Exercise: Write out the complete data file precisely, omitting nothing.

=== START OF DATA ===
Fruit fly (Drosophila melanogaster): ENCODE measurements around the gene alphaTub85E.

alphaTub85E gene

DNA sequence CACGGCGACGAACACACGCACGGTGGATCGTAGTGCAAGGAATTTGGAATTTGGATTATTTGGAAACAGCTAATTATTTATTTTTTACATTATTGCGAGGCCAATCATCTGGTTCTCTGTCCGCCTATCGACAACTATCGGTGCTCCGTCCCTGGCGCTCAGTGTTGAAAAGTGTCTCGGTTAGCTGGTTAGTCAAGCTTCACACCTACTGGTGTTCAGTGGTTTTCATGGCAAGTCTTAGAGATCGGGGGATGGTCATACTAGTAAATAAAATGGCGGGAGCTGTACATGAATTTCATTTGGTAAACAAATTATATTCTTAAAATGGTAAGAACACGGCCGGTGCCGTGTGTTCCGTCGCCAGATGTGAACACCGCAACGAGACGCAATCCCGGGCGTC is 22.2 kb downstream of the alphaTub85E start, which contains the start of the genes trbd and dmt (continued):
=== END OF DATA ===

Fruit fly (Drosophila melanogaster): ENCODE measurements around the gene alphaTub85E.

alphaTub85E gene

DNA sequence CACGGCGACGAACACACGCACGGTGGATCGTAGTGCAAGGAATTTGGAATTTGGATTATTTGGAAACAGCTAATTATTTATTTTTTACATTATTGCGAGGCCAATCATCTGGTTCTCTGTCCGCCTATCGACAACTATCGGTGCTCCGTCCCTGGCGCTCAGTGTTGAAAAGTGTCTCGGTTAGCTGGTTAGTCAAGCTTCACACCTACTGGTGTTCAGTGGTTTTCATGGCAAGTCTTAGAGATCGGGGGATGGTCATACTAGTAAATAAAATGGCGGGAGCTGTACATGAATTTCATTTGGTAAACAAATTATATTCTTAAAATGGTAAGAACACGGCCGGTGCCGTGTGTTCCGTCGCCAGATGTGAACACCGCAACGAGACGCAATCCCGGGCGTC is 22.2 kb downstream of the alphaTub85E start, which contains the start of the genes trbd and dmt (continued):